– I always try to work ahead of schedule, but extending a timeline without warning isn’t fair to other clients whose projects I’ve accepted. If you need to move “end” dates upon any specific projects, please let me know promptly.
I was a little nervous to start doing this and uncertain how clients would react. But turns out they appreciate it! Smartphones and the internet have changed the way we communicate so much in the last few years that many people are unsure what’s okay or not. By sending them a few “guidelines,” I not only ensure that they know my boundaries, but I also permit them to set their own.
#3. Ask for their feedback after each project.
I use FreshBooks accounting software, and one of the good ideas those folks have come up with is the option to request feedback from a client after you enter a payment.
I take it a step further, though. Instead of sending a generic template from FreshBooks, I take the time to put together an email of my own. It’s not complicated or long, but it is genuine and usually looks something like this:
Just wanted to send a quick email to let you know that I received your final payment. On behalf of freelancers everywhere, thank you for being so prompt! It is much appreciated.
I also wanted to check in and see if you had any feedback, thoughts, or suggestions about our time working together. I thought it was a great experience (with lots of interesting information for me to learn about!), but of course, I’d love to hear your perspective as well. Also, if there’s anything I could have done to make things go more smoothly for you or make the process more satisfying, I hope you’ll let me know.
Or, if you felt great about working together, I hope you’ll be willing to favor me with a testimonial! Your review would be a great asset to my site, and I’d love to feature it. You can either send me a note by email or leave a testimonial on my LinkedIn page.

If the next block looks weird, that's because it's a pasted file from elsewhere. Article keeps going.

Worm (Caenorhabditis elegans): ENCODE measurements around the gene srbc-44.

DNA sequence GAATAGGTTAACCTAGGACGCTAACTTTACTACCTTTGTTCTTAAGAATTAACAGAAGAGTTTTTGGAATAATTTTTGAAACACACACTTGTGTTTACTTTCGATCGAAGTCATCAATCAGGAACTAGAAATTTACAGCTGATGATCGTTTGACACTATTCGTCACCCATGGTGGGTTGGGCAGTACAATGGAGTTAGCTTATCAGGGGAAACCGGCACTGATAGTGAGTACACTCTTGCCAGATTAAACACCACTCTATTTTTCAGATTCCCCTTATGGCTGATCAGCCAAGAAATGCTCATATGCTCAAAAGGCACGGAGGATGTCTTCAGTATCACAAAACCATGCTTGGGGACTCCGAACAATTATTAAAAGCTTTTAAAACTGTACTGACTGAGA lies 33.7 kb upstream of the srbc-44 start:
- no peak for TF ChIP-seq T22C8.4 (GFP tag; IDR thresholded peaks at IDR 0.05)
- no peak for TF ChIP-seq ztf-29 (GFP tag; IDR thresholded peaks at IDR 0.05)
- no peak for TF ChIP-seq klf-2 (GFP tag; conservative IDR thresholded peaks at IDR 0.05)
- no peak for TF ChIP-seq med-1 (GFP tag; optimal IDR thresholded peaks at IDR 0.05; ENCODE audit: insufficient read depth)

Again, thanks so much for the chance to work together. I hope we’re able to do so again soon!
The response to this email is usually a little bit of feedback, occasionally a testimonial, and almost always a big thank you for making the impersonal world of internet collaboration a little friendlier and more pleasant. It leaves me feeling good about my work and my clients thinking positively about our time working together. Win-win.
#4. Say thank you.
You say thank you right after a project. But what about down the road?
Every New Year, I send an e-card to my clients (I use Paperless Post because their designs are so classy), thanking them for the chance to work together in the past year (and reminding them that we could do it again this year!) It’s a great way to check in with clients that might have another project coming up. But more than that, it’s really how I feel.
I love the work I do and the freedom it allows me over my life. But I wouldn’t have any of that without my amazing clients, the people who take a chance on my work. So I must let them know they aren’t just another paid invoice to me.
Make sure your clients know how much you value the chance to work together. You don’t have to wait until the end of the year, of course. You could send a personalized thank you card after every project or after each quarter (or after you pay your taxes!) A little genuine appreciation goes a long way.